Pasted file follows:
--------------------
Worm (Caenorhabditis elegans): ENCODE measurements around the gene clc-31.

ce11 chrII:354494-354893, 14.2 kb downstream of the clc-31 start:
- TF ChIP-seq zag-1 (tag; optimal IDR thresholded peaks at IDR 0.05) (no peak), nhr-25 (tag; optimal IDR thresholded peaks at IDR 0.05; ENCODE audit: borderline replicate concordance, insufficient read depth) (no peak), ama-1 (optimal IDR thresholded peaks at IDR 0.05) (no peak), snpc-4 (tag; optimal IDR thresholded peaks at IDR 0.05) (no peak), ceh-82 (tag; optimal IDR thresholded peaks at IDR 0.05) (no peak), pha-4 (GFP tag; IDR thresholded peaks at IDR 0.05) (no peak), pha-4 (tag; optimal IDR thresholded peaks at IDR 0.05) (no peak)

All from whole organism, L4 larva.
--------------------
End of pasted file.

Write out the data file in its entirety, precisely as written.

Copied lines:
Worm (Caenorhabditis elegans): ENCODE measurements around the gene clc-31.

ce11 chrII:354494-354893, 14.2 kb downstream of the clc-31 start:
- TF ChIP-seq zag-1 (tag; optimal IDR thresholded peaks at IDR 0.05) (no peak), nhr-25 (tag; optimal IDR thresholded peaks at IDR 0.05; ENCODE audit: borderline replicate concordance, insufficient read depth) (no peak), ama-1 (optimal IDR thresholded peaks at IDR 0.05) (no peak), snpc-4 (tag; optimal IDR thresholded peaks at IDR 0.05) (no peak), ceh-82 (tag; optimal IDR thresholded peaks at IDR 0.05) (no peak), pha-4 (GFP tag; IDR thresholded peaks at IDR 0.05) (no peak), pha-4 (tag; optimal IDR thresholded peaks at IDR 0.05) (no peak)

All from whole organism, L4 larva.